By Jeremy Miles
For more than three decades The Blues Band have been regarded as prime keepers of the musical faith. Whether it’s slide or 12 bar, songs from the fields of the Mississippi Delta or the tough urban backstreets of Chicago, they keep the roots of the blues alive for British audiences.
Utterly remarkable for an outfit originally started as part-time pub band just to give its members a bit of Sunday night fun. That was back in 1979 when former Manfred Mann singer Paul Jones was enjoying a successful career in the theatre. The nightly applause of West End audiences was no doubt a real pleasure, but Jones was missing his beloved blues.
He set about recruiting a group of talented friends to help fill the gap. The result was Paul Jones on vocals and harmonica, his old Manfred Mann mate Tom McGuinness on guitar, McGuinness’ erstwhile musical collaborator Hughie Flint on drums, the superb slide guitarist Dave Kelly and bass player Gary Fletcher. A dream line-up! A handful of pub and club gigs were booked to test the water and the word was put out.
No one was more surprised than the band themselves when their very first performance proved a complete sell out. Kelly once told me that driving to the gig that night he was first surprised by how much traffic there was and then annoyed because he could find nowhere near te venue to park. Assuming "sometghing big was happening" he parked a goof half-a-mile away and hoofed it to the gig. It was then that it dawned on him precisely wherre all these people had been heading.
Despite their obvious popularity they still had to bootleg their own first album. It did the trick. A proper deal followed within weeks and today 31 years and 16 albums down the line The Blues Band are still going strong.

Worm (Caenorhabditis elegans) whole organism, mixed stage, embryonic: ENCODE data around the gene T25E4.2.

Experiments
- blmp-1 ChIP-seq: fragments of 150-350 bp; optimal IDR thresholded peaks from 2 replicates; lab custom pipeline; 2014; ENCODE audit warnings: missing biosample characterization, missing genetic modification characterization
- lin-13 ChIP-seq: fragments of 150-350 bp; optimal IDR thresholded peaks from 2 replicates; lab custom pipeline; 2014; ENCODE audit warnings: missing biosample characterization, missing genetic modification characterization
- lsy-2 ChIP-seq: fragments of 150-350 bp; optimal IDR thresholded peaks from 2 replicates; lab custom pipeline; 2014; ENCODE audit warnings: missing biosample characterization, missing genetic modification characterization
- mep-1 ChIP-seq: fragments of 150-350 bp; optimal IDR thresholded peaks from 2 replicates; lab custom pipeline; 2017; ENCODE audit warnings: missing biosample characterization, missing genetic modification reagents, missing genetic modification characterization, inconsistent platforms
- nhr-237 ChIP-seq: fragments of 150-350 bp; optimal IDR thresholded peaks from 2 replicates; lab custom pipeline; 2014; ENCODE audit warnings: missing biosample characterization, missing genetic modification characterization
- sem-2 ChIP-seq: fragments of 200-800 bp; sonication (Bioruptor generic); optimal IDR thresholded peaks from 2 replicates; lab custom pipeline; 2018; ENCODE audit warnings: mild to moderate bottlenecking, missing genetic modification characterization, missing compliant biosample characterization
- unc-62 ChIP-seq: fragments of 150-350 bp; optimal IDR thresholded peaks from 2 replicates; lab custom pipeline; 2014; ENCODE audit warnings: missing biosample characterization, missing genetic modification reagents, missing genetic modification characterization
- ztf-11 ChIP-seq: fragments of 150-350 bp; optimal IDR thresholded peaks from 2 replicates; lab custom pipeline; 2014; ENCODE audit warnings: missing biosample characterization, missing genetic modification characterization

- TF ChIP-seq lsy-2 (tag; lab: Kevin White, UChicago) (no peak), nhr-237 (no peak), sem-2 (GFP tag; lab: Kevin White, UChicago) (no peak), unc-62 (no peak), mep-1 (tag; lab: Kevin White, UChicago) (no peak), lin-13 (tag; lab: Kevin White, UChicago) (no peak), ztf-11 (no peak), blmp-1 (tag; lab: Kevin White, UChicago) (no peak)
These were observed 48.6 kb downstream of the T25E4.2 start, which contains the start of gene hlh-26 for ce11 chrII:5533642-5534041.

Apart from the fact that one-time Family drummer Rob Townsend stepped in to replace Hughie Flint some 29 years ago, the line-up is virtually unchanged, The formula is simple. They play the music they love and ignore the control-freakery of the record industry. Or as Fletcher memorably put it: “We don’t bother the music business and the music business doesn’t bother us.”
With a huge catalogue of both recorded and unrecorded gems at their disposal, The Blues Band tend to play a different set virtually every night. At the Tivoli they kicked off with Robert Johnson’s Walking Blues and then walloped their way through a sublime mix of material that stretched from Sleepy John Estes to Muddy Waters and beyond. There was some astonishing musicianship on Slim Harpo’s King Bee and a beautiful slow-burning version of Elvis’ first hit, That’s Alright Mama. It was delivered complete with a great anecdote about, how despite his seminal contribution to rock n roll history, it’s author, Arthur ‘Big Boy’ Crudup lived in such poverty that his stage suit got eaten by rats.
With veteran musicians like this such stories have the added appeal of being told first-hand. During a tour of the UK some 40 years ago Crudup was staying at McGuinness’s house when he unpacked his stage jacket and discovered half the back of it had been gnawed away.
I will always have fond memories of another Blues Band gig maybe 20 years ago when Dave Kelly was recalling playing with the great Son House back in the sixties.
“Do you remember Son House?” he asked the non-too informed audience. There were a few awkward moments of silence until some wag shouted: “No, but I fucked his wife.”The entire theatre cracked up.